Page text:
Captain Thompson changed the name of the spring from Healing Springs to Thompson Springs and set about creating a health spa. He built a hotel in 1888 which contained a restaurant and community rooms on the first level and nine large guest rooms on the second level. A octagonal gazebo was built over the spring in 1889 and the water began to be bottled for sale. A road was built from the spring to Marion, Virginia to afford access to the nearest railway. Between 1889 and 1899 an average of fifty wagon loads per day were shipped in crates of six half gallon bottles costing $6.00 per case. A national advertising campaign signed up 60 agents who complained constantly that not enough Thompson Bromine-Arsenic Water was provided them. The spa was such a success that eight separate cabins were constructed to handle the overflow of guests. The North Carolina Geological and Economic Survey, in their Economic Paper Number 15 reported in 1907 that the resort capacity was 75 guest. No other springs were reported in Ashe County at that time. The spring water has not been sold since 1946. Today it is offered free to anyone who would like to partake of the natural mineral water.
The body of folklore that has grown around these waters is interesting and absorbing. According to folk who have lived nearby for many years, one must drink about ten regular glasses of the water each day to maintain the "innards" and for external complains, lave the water on the affected parts freely and let it dry in the air. Repeat as often as convenient. Local tradition has held steadfast for over 100 years that the waters have curative powers.
The below was taken from an advertisement published in 1887 for what was then Thompson's Bromine-Arsenic Springs:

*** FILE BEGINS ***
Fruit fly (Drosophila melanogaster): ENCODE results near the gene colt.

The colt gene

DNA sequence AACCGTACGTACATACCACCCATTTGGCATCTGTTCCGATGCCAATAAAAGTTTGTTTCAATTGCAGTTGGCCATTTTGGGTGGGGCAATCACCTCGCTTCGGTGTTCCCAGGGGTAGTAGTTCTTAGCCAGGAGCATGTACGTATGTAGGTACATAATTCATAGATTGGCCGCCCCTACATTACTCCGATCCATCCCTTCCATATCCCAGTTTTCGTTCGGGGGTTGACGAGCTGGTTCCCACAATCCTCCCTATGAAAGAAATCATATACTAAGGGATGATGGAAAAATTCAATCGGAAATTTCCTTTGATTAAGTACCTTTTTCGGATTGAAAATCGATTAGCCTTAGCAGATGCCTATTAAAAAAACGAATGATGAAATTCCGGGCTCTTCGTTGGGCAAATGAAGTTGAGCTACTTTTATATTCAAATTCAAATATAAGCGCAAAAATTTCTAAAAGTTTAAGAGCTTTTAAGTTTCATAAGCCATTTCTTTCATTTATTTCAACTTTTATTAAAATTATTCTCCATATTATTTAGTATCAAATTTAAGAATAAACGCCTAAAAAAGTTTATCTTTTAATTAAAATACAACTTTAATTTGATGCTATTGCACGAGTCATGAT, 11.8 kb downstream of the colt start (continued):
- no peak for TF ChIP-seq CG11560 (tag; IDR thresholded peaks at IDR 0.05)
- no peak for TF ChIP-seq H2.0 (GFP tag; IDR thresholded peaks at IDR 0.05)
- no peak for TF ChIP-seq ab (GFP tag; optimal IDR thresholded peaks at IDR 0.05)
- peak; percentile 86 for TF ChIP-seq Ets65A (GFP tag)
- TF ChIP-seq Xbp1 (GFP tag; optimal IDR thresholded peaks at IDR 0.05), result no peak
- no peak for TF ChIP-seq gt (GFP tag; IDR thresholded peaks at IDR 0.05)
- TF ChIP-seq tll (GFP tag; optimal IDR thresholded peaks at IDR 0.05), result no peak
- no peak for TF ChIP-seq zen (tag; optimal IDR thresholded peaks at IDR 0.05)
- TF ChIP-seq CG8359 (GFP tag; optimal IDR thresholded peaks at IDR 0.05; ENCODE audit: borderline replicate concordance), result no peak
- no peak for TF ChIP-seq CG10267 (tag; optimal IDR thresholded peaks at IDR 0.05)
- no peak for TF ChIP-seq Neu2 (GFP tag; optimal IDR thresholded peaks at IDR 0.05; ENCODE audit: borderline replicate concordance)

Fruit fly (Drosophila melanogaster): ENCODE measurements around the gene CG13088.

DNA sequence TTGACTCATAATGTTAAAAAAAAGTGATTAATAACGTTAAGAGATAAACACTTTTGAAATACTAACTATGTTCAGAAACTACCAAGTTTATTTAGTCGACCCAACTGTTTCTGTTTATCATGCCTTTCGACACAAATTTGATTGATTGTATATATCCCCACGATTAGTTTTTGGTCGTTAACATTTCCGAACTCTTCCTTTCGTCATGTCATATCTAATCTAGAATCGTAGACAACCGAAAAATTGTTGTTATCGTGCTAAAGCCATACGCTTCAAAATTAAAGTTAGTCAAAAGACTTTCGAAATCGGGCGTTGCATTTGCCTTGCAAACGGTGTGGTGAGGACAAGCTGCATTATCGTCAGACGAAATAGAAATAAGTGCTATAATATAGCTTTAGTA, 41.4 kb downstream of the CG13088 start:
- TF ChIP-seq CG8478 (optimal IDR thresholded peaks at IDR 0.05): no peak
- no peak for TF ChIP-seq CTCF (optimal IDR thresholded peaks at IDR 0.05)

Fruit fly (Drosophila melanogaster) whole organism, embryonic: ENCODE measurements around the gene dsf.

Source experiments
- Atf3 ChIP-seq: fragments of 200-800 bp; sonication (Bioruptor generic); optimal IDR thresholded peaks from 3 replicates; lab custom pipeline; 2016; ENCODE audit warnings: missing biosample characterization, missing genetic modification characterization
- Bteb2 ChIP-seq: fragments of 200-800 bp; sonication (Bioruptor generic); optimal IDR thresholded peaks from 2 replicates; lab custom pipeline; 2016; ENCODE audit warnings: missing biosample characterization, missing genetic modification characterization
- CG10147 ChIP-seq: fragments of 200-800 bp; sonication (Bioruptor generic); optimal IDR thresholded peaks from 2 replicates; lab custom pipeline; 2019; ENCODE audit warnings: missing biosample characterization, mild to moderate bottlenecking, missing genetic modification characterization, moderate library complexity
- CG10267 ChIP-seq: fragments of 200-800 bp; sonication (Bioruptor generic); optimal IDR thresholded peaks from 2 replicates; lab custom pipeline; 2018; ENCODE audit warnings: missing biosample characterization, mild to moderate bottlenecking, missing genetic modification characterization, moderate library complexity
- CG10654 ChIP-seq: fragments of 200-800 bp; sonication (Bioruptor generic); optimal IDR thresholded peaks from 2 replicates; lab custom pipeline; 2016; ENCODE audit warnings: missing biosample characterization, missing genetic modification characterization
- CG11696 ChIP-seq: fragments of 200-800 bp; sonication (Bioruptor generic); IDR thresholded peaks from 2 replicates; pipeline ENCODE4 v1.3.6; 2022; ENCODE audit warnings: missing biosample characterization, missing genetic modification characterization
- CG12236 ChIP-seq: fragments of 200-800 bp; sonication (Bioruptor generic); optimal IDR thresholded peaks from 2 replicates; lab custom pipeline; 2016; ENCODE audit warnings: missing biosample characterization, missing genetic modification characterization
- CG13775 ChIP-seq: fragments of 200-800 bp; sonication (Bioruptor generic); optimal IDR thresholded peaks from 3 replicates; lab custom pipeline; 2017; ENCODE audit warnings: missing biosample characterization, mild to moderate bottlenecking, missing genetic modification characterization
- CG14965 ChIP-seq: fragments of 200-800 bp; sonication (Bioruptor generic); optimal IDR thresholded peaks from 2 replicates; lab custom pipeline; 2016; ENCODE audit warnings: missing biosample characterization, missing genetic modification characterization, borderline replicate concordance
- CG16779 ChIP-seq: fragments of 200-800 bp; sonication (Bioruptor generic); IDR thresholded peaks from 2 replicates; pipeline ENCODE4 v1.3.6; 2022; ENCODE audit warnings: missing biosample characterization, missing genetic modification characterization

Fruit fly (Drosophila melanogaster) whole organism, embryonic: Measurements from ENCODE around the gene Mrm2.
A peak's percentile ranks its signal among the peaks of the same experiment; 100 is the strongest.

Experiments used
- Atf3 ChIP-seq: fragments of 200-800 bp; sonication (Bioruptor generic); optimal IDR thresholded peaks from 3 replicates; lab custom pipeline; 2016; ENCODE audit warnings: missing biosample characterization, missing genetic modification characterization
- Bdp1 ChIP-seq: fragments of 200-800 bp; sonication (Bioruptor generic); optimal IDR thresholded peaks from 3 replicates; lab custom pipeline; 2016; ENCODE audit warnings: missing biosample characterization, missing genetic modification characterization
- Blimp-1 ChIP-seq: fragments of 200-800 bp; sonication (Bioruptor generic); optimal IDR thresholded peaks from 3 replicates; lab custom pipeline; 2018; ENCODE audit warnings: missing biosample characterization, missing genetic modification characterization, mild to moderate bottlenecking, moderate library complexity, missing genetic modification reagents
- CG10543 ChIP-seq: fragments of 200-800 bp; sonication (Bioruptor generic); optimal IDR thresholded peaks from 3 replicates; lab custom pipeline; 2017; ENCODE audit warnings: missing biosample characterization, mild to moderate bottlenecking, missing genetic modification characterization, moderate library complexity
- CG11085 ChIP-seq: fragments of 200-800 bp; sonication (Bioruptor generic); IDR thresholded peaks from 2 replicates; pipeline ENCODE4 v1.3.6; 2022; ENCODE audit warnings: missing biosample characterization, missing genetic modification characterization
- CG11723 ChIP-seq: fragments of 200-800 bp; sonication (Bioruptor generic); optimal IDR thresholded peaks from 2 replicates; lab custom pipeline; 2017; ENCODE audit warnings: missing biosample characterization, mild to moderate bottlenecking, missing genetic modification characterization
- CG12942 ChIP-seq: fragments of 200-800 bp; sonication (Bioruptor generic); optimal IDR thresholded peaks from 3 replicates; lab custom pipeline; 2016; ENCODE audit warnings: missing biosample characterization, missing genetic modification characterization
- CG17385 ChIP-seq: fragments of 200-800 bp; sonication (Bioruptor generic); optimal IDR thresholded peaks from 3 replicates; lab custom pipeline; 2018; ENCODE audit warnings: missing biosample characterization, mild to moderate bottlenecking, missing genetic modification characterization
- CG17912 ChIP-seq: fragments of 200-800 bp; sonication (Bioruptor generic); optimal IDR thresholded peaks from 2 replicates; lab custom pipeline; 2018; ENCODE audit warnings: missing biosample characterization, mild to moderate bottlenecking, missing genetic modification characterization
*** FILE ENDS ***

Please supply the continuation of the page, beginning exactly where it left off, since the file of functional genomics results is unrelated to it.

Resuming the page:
Thompson's Bromine-Arsenic Springs Water is offered to the public as a gift of nature for the alleviation and cure of many of the ills to which the human family is subject. Wherever it is known, it has the unqualified approval of physicians in the treatment of impurities in the blood.
Bromine and Arsenic commented it to the most favorable consideration of sufferers from Eczema, Srofula, Cancerous Affections, Primary and Secondary Syphilis, Ulcers, Tumors, Boils, Erysipelas, and Diseases of the Lungs, Kidneys, Womb and Bladder, and builds and repairs these organs and wasted tissues of the system. Through its action in purifying the blood it imparts health to the skin and gives clearness to the complexion.
Its analysis by Dr. H. Froehling (whose reputation as a chemist is second to no one in this country) is a sure guarantee of its correctness, and any educated physician will testify to the value of the ingredients which are so happily blended in this water. It is the only combination of the kind ever discovered in this or any other country, and is destined to become the most extensively used natural mineral water in the world.
It is put up in cases of one dozen half-gallon bottles each, and sold at $6.00.
It is estimated that many thousands of dollars are spent daily for (so-called) mineral waters, which contain but faint traces of curative component parts, many possessing not even a trace of healing virtue. Such folly will no longer be excusable, since the discovery of this appropriately styled, "Pool of Siloam." For it is a well-established fact that in drinking this water, each glass assists in rapidly purifying the blood, yea the whole human system. When a house is on fire no one hesitates to put it out if possible. Now, if your system needs a panacea, why procrastinate?
Order a case of the water and note the inevitable results. We have hundreds of testimonials from prominent persons in many States, but lack room to publish them. I have been interviewed by numbers of the most prominent physicians of our largest cities, who are amazed at the happy results of this water in such a large variety of Blood, Lung, Liver, Kidney and Stomach Troubles.
On August 25, 1962 disaster struck. The hotel was destroyed by a fire so intense that the 50 x 150 two story structure was reduced to ash in only sixty minutes. Today, only the original concrete steps remain. The cabins were left undamaged and the spring untouched.
Entered on the National Register of Historic Places on October 22, 1976, the cabins, spring house and grounds are maintained in exterior appearance as originally built. However, the interiors have all been updated with modern conveniences.
More information about the historic spring and additional testimonials about the springs are available in the New River Notes.